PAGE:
Johnson had previously expressed his desire to retire with the Ravens after playing the past three seasons for the San Diego Chargers.
"I'm excited," Johnson told The Baltimore Sun this offseason. "I had no idea, I didn't know how that whole thing worked. I had just retired and I didn't think anything of it. The response out of Baltimore was awesome. It blew me and my wife away how positive it was. So many people reached out.
"It was pretty flattering to be gone for three years and get so much positive feedback. It's cool to get validation. You always want to know if you're doing things right or wrong and hear it from your teammates and coaches and all the fans."
Johnson, 33, played in the NFL for 12 seasons and was regarded one of the most respected and toughest players in the league. Johnson recorded 20 sacks in nine seasons with the Ravens and missed just one game.
When Johnson announced his retirement last month on Instagram, he saluted the Ravens, who drafted him in the fourth round out of Alabama in 2003.
Johnson was one of the most popular players in franchise history, often drawing comparisons in terms of playing style to longtime nose tackle Kelly Gregg.
"I think the thing that means the most to me, even though I didn't make a Pro Bowl and never made All-Pro, it was more just how you conduct yourself, always being there, always being on time, always doing it hard and the best you can," Johnson said. "When you play a certain way, you play like a Raven. That really means something to the organization and the fans when you play a certain way, the way Terrell [Suggs] and Haloti [Ngata] did, physical, nonstop mindset. They take notice. The thing I'm most proud of is I did it, and other teams might not have known, but the city and the team did. That's the thing I'm most proud of."
Johnson set franchise records with 129 consecutive games played and 80 consecutive starts. (Punter Sam Koch has broken his record for consecutive games with 144 and quarterback Joe Flacco has passed his mark with 112 consecutive starts.)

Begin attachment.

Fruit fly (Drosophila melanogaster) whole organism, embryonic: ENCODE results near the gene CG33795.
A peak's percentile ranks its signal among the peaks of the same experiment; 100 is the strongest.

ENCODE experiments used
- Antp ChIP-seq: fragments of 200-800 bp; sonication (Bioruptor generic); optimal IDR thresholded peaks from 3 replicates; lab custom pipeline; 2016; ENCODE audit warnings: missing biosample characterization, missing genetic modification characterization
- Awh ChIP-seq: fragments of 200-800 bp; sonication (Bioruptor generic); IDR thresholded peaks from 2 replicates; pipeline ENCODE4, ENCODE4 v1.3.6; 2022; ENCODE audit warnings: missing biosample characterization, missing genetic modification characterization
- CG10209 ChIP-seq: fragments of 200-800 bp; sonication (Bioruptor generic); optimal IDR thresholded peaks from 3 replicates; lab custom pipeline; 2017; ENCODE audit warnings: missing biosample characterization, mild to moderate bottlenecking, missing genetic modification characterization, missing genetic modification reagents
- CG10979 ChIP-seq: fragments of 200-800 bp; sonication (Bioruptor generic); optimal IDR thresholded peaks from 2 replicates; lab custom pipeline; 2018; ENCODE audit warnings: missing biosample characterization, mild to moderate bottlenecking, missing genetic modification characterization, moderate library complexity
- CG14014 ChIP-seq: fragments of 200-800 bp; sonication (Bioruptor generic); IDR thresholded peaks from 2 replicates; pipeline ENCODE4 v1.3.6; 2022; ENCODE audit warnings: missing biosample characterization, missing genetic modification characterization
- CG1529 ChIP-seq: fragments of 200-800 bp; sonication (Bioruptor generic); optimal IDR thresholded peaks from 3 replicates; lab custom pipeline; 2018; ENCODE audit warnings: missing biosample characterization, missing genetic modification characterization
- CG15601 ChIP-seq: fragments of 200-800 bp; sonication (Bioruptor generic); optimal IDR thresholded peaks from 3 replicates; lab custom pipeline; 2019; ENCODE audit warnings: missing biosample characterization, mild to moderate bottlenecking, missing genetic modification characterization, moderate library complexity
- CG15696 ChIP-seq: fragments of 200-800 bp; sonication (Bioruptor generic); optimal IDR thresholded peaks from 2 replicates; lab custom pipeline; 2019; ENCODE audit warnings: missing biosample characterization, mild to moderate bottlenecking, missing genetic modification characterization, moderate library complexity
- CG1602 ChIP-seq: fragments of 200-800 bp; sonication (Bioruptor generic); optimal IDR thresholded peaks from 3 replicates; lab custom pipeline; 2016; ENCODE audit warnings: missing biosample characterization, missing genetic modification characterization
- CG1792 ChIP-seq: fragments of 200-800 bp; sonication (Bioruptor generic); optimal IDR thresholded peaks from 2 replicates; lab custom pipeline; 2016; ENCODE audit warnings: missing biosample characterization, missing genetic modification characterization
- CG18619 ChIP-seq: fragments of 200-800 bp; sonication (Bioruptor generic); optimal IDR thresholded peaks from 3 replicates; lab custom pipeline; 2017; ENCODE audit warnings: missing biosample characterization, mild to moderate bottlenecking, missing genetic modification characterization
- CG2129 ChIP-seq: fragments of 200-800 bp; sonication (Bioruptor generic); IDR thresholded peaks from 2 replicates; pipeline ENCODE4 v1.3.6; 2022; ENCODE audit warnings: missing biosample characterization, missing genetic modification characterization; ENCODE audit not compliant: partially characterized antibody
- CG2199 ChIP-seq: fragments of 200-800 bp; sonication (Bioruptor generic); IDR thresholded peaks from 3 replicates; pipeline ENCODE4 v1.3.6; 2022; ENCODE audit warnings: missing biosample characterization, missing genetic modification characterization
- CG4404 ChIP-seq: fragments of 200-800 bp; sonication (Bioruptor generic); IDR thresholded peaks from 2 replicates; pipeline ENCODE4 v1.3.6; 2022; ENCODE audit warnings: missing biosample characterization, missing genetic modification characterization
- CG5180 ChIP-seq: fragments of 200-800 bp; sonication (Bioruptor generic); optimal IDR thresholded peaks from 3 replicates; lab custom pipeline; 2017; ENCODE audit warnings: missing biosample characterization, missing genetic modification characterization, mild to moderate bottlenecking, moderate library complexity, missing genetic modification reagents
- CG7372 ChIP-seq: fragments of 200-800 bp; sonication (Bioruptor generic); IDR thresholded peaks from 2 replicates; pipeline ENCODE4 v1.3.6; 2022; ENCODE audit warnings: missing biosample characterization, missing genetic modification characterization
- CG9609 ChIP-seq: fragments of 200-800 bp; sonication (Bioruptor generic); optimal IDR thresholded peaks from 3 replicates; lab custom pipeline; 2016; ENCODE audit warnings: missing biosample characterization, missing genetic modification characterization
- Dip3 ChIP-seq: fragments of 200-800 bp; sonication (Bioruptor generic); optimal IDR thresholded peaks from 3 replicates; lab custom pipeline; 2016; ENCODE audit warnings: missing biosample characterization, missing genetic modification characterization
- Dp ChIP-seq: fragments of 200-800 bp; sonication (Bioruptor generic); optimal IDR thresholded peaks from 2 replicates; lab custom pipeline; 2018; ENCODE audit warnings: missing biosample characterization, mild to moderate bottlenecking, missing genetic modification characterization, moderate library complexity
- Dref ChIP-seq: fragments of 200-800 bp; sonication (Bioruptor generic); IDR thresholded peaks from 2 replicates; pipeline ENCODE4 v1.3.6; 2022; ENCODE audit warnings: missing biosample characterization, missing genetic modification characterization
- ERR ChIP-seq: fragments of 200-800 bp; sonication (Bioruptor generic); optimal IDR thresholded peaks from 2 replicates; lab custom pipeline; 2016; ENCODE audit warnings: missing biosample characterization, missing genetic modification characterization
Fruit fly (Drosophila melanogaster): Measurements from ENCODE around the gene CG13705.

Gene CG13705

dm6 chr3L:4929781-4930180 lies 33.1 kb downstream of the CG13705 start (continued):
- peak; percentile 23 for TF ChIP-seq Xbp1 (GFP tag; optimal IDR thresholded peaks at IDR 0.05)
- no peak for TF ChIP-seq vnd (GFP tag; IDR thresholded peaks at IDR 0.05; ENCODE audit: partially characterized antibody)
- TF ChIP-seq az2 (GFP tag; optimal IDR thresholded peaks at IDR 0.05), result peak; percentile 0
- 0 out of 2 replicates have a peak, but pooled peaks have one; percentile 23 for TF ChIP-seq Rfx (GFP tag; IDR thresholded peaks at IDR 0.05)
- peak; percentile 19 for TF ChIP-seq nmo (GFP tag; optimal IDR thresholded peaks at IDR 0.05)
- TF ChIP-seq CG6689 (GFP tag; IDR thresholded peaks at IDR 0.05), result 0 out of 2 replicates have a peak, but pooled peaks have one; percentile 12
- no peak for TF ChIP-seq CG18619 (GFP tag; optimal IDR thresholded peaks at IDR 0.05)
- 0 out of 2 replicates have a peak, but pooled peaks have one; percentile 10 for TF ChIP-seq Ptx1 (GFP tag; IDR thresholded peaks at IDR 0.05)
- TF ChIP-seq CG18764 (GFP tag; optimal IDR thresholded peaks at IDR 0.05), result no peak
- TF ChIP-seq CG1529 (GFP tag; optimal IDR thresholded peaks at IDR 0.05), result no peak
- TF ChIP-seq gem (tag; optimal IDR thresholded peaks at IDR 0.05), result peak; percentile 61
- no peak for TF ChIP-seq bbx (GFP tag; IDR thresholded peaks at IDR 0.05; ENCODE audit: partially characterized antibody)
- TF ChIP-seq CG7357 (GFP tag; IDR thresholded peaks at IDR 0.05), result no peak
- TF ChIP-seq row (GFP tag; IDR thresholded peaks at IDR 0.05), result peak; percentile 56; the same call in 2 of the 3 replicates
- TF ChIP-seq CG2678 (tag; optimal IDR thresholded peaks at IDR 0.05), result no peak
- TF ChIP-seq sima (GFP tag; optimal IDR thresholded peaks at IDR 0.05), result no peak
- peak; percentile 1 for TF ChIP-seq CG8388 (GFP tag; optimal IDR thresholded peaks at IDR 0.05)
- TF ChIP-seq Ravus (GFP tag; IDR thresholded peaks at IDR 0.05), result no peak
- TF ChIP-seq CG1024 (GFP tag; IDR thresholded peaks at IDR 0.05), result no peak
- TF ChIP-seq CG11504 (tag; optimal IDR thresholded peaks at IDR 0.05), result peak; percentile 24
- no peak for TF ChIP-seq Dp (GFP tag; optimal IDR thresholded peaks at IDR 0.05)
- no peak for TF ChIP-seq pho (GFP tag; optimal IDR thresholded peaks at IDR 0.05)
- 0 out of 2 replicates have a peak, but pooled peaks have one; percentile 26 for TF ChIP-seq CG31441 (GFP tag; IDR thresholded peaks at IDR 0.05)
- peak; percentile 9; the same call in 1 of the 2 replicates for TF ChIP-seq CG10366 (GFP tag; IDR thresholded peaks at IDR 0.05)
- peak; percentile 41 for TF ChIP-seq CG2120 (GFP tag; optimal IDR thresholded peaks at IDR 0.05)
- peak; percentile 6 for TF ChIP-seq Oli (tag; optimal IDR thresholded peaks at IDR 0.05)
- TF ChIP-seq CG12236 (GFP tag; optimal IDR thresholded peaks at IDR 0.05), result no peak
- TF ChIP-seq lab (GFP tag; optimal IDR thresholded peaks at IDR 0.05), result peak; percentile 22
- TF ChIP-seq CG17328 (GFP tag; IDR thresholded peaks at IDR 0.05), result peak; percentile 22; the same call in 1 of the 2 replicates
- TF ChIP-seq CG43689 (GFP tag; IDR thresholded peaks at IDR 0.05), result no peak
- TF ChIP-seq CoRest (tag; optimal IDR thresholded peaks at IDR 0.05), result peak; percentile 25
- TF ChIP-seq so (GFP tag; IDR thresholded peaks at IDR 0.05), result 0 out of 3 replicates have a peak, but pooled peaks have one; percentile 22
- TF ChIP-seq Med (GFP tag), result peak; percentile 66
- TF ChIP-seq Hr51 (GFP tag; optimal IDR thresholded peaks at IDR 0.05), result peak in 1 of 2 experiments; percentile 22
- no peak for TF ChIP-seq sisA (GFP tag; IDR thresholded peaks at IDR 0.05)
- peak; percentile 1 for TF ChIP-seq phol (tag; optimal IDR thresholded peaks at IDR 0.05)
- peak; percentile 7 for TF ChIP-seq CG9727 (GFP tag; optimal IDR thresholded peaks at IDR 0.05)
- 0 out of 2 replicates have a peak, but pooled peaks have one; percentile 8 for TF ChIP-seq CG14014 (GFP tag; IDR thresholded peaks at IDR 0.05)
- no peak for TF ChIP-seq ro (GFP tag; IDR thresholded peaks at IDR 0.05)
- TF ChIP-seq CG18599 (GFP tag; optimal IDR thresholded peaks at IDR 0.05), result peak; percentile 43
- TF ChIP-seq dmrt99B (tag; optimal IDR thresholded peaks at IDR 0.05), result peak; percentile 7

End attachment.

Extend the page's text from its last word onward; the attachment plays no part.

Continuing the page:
Johnson had 51 tackles, one sack and a forced fumble last season for the Chargers. He was scheduled to make $5 million next year.
For his career, Johnson played in 184 games, finishing with 506 tackles, 25.5 sacks and 11 forced fumbles.
"I'm happy with my career, I'm content," Johnson said. "I never wanted to be a guy who stayed too long and played until they couldn't walk anymore and be bitter or have resentments. I can't stand that mindset. You see that a lot from ex-players.
"I wanted to go out feeling positive and feeling really good. I played for two fantastic teams. Both had phenomenal teammates and I made great friends. I had great experiences."
Johnson is living in Florida with his wife and two daughters. He's contemplating what he'll do in his retirement. For now, he's relaxing and spending time with his family.
"I'm going to take it a week at a time," Johnson said. "I've got some opportunities. I'm going to weigh my options and see what's best and do something, maybe get involved with the team, maybe do radio, maybe high school coaching. I'm going to sit back and just kind of enjoy not counting down the days until minicamp and training camp."